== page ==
The Pew Internet and American Life Project study, released Thursday, found that 67 percent of U.S. Internet file swappers are indifferent to copyright concerns, a jump from 61 percent of respondents in a survey taken the summer of 2000. The survey, of 2,515 adults in the United States, took place from March through May--just a few months before the recording industry began gathering evidence to sue individual file swappers.
"The struggle to enforce copyright laws in the digital age continues to be an uphill battle for content owners," researchers wrote in the report.
In an effort to regain control of the distribution of copyrighted music, the Recording Industry Association of America in Junethat it would send subpoenas to Internet service providers, asking them to identify alleged song swappers so it could sue them. So far, the industry group has issued hundreds of subpoenas, ensnaring people from all walks of life.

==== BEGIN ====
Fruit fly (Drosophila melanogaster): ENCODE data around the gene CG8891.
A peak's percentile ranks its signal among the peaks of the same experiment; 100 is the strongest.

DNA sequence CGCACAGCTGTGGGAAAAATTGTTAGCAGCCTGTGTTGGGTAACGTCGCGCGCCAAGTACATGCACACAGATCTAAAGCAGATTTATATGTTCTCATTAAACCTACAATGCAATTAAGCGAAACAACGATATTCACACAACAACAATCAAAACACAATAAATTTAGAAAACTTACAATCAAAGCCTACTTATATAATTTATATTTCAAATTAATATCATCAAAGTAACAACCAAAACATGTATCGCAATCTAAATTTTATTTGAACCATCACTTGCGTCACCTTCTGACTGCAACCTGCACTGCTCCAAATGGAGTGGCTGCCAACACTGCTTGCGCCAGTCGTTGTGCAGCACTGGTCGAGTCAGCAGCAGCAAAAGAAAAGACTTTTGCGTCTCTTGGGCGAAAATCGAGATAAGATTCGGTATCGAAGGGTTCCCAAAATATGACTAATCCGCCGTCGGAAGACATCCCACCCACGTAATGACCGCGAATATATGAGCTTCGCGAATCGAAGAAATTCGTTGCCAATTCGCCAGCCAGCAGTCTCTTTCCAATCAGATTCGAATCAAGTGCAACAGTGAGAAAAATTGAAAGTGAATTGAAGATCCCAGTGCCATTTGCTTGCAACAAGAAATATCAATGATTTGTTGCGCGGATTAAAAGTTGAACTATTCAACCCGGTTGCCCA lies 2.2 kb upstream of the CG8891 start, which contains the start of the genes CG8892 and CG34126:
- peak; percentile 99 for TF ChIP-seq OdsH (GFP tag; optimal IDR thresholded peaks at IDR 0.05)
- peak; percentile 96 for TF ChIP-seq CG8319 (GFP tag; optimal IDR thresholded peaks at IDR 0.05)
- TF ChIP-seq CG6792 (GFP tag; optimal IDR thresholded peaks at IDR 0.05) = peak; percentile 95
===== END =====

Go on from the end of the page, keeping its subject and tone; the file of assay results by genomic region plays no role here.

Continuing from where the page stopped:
The Pew study also looked at demographics, finding that income and ethnicity often correlated with file swapping. According to the report, people from lower-income households are more likely to download files online. About 38 percent of American Internet users with an annual household income below $30,000 downloaded files, compared with 26 percent of those with an income above $75,000.
The study found that wired members of certain ethnic groups were more likely to download music.
"African-Americans and Hispanics are also more devoted downloaders than their white counterparts," wrote researchers, who found that 37 percent of online African-Americans and 35 percent of online Hispanics said they had downloaded music, compared with 28 percent of whites.
Students are very likely to download, the survey found, with about 56 percent saying they've downloaded songs. Those who've obtained a college degree were reported as being the most concerned about copyright laws.